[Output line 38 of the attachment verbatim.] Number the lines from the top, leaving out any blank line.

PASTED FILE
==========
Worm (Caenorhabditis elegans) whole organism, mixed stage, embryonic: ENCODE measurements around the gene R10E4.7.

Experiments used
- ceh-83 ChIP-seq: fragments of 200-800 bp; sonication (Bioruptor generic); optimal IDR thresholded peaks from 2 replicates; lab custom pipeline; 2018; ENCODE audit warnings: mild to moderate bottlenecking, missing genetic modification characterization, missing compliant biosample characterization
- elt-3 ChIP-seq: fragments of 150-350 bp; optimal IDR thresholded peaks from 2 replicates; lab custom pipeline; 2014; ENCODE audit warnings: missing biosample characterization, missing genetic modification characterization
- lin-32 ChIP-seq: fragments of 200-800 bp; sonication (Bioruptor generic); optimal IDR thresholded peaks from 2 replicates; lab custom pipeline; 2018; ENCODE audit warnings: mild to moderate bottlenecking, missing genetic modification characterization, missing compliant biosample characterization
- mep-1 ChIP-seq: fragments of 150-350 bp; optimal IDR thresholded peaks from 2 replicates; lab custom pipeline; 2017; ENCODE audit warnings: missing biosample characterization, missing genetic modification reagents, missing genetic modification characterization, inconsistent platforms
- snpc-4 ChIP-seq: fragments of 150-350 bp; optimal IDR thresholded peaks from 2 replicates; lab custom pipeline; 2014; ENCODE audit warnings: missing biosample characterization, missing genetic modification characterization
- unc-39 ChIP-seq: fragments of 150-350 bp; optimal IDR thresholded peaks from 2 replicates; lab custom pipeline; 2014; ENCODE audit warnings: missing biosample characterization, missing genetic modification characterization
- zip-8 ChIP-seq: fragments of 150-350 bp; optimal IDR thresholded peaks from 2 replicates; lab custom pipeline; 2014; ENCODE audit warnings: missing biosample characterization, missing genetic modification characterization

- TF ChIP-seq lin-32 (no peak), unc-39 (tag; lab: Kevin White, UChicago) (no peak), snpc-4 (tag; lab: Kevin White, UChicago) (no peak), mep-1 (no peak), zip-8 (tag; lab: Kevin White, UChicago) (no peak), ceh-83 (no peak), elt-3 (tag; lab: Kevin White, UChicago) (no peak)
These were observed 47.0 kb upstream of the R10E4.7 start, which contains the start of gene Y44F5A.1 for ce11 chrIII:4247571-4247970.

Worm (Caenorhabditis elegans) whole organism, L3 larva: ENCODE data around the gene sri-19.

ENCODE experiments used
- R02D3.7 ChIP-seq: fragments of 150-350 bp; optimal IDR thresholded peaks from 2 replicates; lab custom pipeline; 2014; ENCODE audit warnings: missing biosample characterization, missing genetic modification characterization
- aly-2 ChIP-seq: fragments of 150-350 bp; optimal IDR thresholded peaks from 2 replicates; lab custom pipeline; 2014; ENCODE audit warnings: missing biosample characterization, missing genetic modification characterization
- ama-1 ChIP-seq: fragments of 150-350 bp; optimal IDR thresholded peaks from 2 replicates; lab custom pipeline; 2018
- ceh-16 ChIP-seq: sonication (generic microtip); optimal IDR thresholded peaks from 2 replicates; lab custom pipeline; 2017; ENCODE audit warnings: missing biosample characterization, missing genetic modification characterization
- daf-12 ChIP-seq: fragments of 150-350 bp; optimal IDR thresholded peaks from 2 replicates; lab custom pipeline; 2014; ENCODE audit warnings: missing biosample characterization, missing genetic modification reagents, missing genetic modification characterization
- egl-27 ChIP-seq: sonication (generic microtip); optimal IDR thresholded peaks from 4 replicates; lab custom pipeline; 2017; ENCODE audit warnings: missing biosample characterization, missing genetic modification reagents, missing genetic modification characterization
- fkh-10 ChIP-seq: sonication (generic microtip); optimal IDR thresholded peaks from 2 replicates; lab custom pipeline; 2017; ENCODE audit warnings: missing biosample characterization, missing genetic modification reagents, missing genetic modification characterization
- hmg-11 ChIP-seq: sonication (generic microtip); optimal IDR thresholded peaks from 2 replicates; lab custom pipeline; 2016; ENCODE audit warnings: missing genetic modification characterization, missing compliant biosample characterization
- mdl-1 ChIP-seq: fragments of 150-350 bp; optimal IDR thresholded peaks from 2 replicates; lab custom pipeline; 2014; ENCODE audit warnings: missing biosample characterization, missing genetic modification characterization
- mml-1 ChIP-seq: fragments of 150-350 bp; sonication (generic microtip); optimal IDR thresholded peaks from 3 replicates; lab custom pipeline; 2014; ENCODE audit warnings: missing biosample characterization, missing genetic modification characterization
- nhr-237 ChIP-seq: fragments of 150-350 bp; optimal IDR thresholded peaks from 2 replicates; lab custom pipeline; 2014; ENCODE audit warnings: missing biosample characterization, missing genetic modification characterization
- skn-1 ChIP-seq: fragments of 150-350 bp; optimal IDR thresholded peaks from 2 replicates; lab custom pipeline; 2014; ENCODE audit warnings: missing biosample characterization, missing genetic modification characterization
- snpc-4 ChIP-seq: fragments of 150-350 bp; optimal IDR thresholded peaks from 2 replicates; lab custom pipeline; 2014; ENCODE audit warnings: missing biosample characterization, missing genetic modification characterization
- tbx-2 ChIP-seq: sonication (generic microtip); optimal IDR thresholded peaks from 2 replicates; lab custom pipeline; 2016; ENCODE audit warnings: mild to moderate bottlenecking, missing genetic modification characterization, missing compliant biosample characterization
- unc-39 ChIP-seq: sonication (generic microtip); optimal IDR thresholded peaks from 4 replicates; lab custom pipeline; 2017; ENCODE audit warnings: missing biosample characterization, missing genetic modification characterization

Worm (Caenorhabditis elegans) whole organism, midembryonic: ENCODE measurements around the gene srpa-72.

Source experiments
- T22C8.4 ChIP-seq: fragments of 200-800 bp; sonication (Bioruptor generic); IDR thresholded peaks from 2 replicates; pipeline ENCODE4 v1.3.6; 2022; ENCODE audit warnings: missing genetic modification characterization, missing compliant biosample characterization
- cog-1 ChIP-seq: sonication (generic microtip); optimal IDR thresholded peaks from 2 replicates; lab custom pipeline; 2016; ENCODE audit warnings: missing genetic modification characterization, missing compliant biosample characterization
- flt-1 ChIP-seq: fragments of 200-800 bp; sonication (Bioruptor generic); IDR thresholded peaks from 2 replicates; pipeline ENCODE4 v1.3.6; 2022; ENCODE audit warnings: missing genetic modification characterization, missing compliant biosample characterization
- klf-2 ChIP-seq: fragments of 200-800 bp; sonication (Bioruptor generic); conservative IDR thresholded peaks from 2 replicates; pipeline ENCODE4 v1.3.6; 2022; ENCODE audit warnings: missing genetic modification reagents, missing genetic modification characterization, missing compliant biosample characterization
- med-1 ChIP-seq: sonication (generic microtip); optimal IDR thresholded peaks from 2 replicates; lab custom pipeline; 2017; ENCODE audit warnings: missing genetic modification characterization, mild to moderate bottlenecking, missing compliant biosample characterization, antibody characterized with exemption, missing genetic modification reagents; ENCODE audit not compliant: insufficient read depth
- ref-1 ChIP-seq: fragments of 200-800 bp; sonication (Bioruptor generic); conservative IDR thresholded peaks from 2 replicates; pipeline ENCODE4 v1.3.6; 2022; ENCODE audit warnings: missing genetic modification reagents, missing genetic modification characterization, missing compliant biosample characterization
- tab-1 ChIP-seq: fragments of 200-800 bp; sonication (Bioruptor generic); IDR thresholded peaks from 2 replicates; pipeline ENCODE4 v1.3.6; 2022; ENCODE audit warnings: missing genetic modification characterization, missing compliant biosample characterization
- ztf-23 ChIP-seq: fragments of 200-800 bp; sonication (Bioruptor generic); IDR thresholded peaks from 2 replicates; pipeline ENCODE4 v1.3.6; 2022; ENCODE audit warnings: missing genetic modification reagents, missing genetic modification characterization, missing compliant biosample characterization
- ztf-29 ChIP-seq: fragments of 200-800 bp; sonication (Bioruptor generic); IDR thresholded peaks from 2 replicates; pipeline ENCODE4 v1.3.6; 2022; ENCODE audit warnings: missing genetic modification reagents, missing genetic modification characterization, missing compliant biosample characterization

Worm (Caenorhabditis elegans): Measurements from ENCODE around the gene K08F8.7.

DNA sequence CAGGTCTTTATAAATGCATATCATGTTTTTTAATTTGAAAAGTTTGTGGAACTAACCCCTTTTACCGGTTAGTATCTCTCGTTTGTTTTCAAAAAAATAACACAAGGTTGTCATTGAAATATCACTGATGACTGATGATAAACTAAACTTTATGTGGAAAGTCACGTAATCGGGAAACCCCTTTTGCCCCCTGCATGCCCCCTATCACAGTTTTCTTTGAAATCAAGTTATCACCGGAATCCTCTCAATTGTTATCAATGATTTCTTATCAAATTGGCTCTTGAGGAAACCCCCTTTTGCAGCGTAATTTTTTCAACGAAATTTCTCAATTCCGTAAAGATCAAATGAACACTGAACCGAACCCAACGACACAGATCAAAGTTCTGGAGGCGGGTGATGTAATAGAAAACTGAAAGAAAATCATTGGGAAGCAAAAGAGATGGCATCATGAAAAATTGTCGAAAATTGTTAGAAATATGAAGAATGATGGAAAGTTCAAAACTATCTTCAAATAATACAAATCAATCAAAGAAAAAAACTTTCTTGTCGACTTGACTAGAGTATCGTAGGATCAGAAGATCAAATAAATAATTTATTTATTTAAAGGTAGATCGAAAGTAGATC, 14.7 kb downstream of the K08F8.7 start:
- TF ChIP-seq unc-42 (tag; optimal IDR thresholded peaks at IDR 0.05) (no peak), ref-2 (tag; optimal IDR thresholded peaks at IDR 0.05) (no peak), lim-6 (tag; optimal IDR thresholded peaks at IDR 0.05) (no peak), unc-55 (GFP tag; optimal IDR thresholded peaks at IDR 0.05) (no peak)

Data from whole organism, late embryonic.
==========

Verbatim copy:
- ztf-23 ChIP-seq: fragments of 200-800 bp; sonication (Bioruptor generic); IDR thresholded peaks from 2 replicates; pipeline ENCODE4 v1.3.6; 2022; ENCODE audit warnings: missing genetic modification reagents, missing genetic modification characterization, missing compliant biosample characterization